Chapter 1: Study Notes

back button

Chapter 1: Study Notes

1.1 The business environment:

Companies must perform five critical tasks to be successful:

  • Create strategic goals
  • Secure financial resources
  • Deploy capital to make investments
  • Carry out day-to-day business operations
  • Continuously improve or refine the strategic goals and business operations

The key points of the five critical tasks are the following:

Create Strategic Goals: Strategic goals are goals which the company will work towards achieving, such as: maximizing profit potential, customer satisfaction, expanding to new markets, and achieving sustainable business operations. The achievement of strategic goals are heavily influenced by government regulations, barriers to entry, competition, and market forces.

Secure Financial Resources: The company must raise capital (money) at economical rates to implement business processes that achieve the desired strategic goals.

Deploy Capital to Make Investments: The capital that is raised is invested in equipment, land, investments, employing research staff and other resources needed to carry out business processes designed to achieve the strategic goals.

Carry Out Day-to-Day Business Operations: After the capital is deployed to develop business processes those business processes will need to be managed on a daily basis to ensure they are being used to achieve the strategic goals.

Continuously Improve or Refine the Strategic Goals and Business Operations: Business strategies must be review periodically and business processes refined to make sure the business is working at optimal efficiency towards achieving the strategic goals.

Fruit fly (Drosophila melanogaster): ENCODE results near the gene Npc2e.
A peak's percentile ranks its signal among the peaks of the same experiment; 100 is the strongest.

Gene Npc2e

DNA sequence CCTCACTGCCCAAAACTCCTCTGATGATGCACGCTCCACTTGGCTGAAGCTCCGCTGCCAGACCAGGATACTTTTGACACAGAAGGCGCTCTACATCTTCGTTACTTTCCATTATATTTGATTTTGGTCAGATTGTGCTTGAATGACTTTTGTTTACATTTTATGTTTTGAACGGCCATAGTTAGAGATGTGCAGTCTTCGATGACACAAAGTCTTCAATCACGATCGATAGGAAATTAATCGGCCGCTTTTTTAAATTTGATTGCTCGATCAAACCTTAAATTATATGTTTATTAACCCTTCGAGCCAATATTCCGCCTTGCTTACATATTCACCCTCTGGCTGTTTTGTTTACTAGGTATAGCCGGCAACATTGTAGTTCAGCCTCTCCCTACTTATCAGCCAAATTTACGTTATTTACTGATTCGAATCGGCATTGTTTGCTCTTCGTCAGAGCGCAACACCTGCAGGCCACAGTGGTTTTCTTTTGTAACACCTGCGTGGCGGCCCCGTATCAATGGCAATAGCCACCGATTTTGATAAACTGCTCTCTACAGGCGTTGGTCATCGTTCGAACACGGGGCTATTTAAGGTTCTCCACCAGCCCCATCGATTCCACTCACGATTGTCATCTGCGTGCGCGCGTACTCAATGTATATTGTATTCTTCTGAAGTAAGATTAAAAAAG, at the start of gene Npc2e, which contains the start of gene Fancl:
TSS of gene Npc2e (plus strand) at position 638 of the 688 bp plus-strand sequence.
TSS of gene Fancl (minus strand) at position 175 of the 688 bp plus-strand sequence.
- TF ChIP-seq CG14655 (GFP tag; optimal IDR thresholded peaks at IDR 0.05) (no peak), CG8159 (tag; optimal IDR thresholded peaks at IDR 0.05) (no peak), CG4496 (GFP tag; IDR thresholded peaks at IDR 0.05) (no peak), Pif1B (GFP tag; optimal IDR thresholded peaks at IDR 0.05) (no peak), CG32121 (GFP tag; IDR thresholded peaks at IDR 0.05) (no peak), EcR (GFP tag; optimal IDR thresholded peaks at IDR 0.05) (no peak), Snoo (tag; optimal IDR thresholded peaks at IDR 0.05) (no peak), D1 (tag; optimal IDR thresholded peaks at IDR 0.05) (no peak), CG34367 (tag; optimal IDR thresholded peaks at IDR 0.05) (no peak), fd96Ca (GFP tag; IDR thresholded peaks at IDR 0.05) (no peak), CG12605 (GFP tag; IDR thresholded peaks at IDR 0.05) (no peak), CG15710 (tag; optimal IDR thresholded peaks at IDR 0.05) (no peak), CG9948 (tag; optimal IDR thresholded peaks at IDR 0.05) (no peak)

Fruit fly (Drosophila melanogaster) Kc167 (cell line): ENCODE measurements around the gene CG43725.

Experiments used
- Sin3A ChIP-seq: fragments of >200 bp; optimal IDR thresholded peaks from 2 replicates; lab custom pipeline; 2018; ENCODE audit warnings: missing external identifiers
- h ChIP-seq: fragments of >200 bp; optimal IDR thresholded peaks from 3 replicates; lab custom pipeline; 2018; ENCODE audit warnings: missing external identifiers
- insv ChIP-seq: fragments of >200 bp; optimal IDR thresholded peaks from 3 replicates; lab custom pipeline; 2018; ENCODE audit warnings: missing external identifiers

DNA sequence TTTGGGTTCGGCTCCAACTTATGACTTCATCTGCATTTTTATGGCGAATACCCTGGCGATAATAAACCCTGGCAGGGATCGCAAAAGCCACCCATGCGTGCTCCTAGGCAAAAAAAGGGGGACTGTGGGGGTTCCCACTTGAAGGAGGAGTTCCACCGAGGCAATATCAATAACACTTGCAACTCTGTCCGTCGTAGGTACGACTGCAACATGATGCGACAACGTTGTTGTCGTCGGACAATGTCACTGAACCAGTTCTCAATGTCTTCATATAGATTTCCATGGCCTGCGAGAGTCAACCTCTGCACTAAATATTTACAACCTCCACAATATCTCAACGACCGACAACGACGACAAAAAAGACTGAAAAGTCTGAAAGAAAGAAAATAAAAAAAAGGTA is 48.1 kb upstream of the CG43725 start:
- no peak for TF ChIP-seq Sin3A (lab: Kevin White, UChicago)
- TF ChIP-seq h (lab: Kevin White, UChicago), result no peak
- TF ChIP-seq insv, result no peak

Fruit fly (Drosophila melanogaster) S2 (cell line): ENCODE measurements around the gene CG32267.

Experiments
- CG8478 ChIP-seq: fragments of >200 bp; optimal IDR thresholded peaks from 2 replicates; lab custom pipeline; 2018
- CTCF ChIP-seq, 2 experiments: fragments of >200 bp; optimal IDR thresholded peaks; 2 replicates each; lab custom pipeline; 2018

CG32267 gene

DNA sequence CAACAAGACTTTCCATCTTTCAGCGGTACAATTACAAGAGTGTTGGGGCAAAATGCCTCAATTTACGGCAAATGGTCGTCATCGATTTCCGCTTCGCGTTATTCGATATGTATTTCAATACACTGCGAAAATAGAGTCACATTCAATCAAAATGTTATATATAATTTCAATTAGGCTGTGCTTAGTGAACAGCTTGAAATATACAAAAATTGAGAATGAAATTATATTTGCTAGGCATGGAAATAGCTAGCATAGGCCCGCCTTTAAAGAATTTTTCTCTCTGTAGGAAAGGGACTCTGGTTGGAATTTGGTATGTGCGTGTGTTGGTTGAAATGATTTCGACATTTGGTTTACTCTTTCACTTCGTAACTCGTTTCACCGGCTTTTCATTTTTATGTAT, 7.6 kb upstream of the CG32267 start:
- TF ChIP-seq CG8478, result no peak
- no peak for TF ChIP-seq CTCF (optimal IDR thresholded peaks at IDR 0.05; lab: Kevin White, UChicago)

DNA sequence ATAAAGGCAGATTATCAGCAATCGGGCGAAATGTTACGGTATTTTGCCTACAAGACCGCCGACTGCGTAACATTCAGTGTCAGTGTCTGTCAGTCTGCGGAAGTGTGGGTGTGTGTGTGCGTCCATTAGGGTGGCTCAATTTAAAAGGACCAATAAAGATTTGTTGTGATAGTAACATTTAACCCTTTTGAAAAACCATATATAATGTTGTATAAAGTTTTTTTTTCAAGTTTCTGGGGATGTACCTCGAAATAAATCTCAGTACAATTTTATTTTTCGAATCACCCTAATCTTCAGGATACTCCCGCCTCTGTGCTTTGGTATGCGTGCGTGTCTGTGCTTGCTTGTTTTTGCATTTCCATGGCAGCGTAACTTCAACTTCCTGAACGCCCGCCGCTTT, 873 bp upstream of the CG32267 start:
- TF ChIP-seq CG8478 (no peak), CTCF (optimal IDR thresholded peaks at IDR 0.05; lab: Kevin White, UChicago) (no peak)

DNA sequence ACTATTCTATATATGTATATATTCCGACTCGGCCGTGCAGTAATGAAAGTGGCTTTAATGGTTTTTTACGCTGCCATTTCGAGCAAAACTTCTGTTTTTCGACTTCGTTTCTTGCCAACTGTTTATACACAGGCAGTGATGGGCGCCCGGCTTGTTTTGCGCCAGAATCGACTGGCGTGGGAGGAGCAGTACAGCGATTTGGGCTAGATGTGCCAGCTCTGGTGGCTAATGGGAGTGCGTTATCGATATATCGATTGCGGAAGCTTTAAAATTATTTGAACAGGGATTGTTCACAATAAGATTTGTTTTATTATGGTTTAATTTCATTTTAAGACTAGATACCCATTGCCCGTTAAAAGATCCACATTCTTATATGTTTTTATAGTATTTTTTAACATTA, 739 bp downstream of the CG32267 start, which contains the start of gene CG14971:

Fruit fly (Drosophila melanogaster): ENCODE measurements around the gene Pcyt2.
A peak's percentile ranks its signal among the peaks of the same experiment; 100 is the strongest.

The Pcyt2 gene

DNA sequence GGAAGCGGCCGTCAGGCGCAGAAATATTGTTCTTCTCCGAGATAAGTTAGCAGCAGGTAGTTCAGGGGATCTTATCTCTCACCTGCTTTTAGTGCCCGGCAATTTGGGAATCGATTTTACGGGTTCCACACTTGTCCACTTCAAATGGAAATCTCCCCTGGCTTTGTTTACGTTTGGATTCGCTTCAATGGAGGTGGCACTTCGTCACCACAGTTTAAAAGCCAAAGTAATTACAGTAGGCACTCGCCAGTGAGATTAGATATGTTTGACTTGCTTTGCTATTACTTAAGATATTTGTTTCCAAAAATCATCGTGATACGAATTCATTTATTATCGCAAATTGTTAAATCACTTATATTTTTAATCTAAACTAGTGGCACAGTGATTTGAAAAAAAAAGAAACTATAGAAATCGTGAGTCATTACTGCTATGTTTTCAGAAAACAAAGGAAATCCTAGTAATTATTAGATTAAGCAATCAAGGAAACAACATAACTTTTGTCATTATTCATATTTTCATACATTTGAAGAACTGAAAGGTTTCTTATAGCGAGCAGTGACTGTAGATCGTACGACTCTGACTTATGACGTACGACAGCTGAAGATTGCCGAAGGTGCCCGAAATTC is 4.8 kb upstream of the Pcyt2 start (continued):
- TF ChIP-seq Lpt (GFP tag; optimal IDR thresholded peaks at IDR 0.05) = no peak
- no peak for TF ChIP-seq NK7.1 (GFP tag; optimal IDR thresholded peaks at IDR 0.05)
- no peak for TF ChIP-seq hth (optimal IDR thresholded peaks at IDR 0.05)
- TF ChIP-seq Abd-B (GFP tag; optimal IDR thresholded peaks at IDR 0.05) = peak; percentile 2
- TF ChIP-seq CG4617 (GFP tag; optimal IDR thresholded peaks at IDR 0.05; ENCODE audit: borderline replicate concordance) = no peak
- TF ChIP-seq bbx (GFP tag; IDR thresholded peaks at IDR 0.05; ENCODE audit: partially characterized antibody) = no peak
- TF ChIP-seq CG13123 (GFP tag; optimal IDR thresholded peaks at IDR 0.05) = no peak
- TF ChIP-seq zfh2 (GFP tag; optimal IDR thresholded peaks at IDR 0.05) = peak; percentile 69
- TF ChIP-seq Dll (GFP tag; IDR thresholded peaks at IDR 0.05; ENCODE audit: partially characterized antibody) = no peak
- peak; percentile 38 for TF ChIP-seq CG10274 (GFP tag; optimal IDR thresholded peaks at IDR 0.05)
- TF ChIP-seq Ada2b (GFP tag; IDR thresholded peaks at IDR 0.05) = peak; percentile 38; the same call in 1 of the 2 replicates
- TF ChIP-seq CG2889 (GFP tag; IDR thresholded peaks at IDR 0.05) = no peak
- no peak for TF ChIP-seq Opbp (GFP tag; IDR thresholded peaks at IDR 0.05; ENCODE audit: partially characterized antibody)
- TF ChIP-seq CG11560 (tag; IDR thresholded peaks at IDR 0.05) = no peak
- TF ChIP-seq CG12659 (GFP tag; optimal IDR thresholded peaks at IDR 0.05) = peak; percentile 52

1.2 Purpose of Accounting

The purpose of accounting is to measure, record and communicate relevant business information to users of accounting information.

Measure: To assign a monetary value to relevant business transactions.

Record: Relevant transactions are written down, summarized and recorded in ledgers or other accounting documents.

Communicate: The summarized accounting information is communicated to accounting information users through the use of documents, such as financial statements.

1.3 Brief History of Accounting

The Mesopotamian era (3100 BC – 539 BC) is when the first known use of accounting was known to exist.

During the Venetian Era, a man named Luca Pacioli wrote a book called Summa de arithmetica, geometria, proportioni et proportionalita (Summary of arithmetic, geometry, proportions and proportionality) which summarized accounting methods during the Venetian era.

Pacioli’s summa recorded the use of double-entry bookkeeping methods which are the standard basis of accounting today.

In the 1880s professional trade organizations began to form and standardization of accounting methods became more prominent.

1.4 – Users of Accounting Information

A user of accounting information is an individual or organization that relies upon accounting information to make decisions.

There are two types of information users: internal and external.

Internal users are individuals, such as managers within the business entity, that need accounting information to make operational decisions.